You are here: Home » Destinations » London

Basic information

  • Area: 1,706.8 km² (659 sq mi)
  • Calling Code: +4420
  • Currency: Pound Sterling (£) GBP
  • Population (EST): 7,556,900
  • Language: English
  • Time Zone: GMT (UTC+0) BST (UTC+1)

London – Places to Visit

Buckingham Palace

The London home of the Queen, Buckingham Palace has some 600 rooms and gardens covering more than 4 acres. During the summer the staterooms, such as the Throne Room, are open to the public. The famous Changing of the Guard ceremony takes place daily at 11:30 between April and July, and on every other day for the rest of the year.

The Palace of Westminster

With its clock tower and the world famous bell, Big Ben, The Palace of Westminster is home to the Houses of Parliament. It is possible to watch debates in the House of Commons and the House of Lords by joining one of the queues outside the Palace.

Westminster Abbey

This beautiful building houses an extraordinary collection of tombs, monuments and memorials of great public figures, from politicians, such as Winston Churchill, explorers such as David Livingstone, inventors as Isaac Newton, to poets such as Geoffrey Chaucer.

The London Eye

One of London's newest attractions, offering panoramic views of the city, is the London Eye. It is a huge wheel, standing 135m tall, located on the south bank of the Thames near to Westminster Palace. Its enclosed passenger capsules offer a gentle ride as it takes about half an hour to complete one revolution.

The Tate Modern Gallery

At Bankside is dedicated to 20th century art the Tate Modern Gallery includes work by Matisse, Picasso, Rothko and Warhol. The building itself, opened in 2000, was converted from a power station at a cost of £130-million.

Greenwich

A visit to Greenwich cannot easily be undertaken in one day, as it encompasses possibly 3000 or more years of London’s history, however for many visitors the best known attractions are from the Tudor times onward. Although there is so much to see in Greenwich, its two most famous attractions are the Cutty Sark and the Royal Observatory.

O2 Arena

The O2 Arena located on the Greenwich peninsula has since its shaky start as the Millennium Dome has become one of Europe’s top sport and entertainment venues. Since it reopened in mid 2007 the O2 has hosted many major sports events as well as American wrestling, additionally numerous top musical artist have performed at the Arena. The O2 is also an excellent location for exhibitions including the Tutankhamun Exhibition in 2007/8.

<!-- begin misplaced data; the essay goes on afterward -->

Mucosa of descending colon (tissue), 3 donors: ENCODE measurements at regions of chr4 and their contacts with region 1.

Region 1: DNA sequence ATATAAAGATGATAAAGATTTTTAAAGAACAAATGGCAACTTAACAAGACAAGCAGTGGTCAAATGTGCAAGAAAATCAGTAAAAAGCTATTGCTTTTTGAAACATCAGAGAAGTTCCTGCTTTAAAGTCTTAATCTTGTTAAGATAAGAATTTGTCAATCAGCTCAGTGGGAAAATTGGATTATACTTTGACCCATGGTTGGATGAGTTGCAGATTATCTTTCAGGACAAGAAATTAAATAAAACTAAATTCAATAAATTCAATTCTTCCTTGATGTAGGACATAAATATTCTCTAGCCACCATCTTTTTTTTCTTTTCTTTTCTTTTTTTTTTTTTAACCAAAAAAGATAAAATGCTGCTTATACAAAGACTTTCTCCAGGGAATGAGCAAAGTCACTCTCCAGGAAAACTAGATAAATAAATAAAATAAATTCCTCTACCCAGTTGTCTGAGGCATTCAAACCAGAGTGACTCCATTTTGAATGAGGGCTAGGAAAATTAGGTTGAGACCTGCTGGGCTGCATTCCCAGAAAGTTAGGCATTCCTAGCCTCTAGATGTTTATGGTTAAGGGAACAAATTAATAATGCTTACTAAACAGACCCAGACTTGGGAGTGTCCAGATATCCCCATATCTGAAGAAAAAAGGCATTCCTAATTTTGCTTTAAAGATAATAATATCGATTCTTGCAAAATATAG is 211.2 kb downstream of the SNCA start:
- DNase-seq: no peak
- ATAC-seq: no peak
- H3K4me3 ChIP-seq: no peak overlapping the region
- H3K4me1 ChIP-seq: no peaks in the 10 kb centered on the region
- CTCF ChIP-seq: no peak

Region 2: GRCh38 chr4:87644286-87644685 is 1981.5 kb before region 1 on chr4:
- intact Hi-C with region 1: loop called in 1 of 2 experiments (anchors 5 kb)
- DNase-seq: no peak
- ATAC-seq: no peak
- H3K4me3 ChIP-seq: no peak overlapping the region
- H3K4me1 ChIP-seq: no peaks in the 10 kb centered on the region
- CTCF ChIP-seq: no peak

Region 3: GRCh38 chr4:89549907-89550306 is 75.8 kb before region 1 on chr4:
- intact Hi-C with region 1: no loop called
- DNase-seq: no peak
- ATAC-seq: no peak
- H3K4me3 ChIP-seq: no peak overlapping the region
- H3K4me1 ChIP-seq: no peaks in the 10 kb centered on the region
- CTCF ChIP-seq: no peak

One of the O2’s great advantages is that everything is undercover so a rainy day is not a problem and with various restaurants providing every thing from fine dining to hamburgers it’s a good choice for a winter day out.

Trafalgar Square

The recently-pedestrianised Trafalgar Square is famous for Nelson's Column and the bronze lions, and it is rightly regarded as one of the world's great public squares, which every visitor to London ought to get a glimpse at. Also nearby is the historic St Martin in-the-Fields church.

Regent's Park

Regent's Park is one of the biggest green spaces in central London. The north-east end of the park contains London Zoo, the world's first scientific zoo, which houses a collection of more than 650 different species of animals. South of the river, Battersea Park features the Festival Gardens, an attraction of the 1951 Festival of Britain.

The South Bank

The South Bank of the Thames hosts many of London's finest attractions, many of which can be taken in on a scenic walk along the river. West of Tower Bridge, one of the capital's most famous landmarks, is the modern glass ovoid City Hall, the headquarters of London's regional assembly.

The Tate Britain

London is renowned for its culture, and many of its institutions can be visited free of charge. The Tate Britain is situated on Millbank, (Tube: Pimlico) was initially concentrated on the works of Victorian painters. Its collection was later expanded to include foreign works, but still remains largely devoted to British art from 1500 to the present day.

The British Museum

The British Museum in Bloomsbury (Tube: Tottenham Court Road) offers such treasures as the Rosetta Stone and Easter Island statues, and has been free to the world since 1753.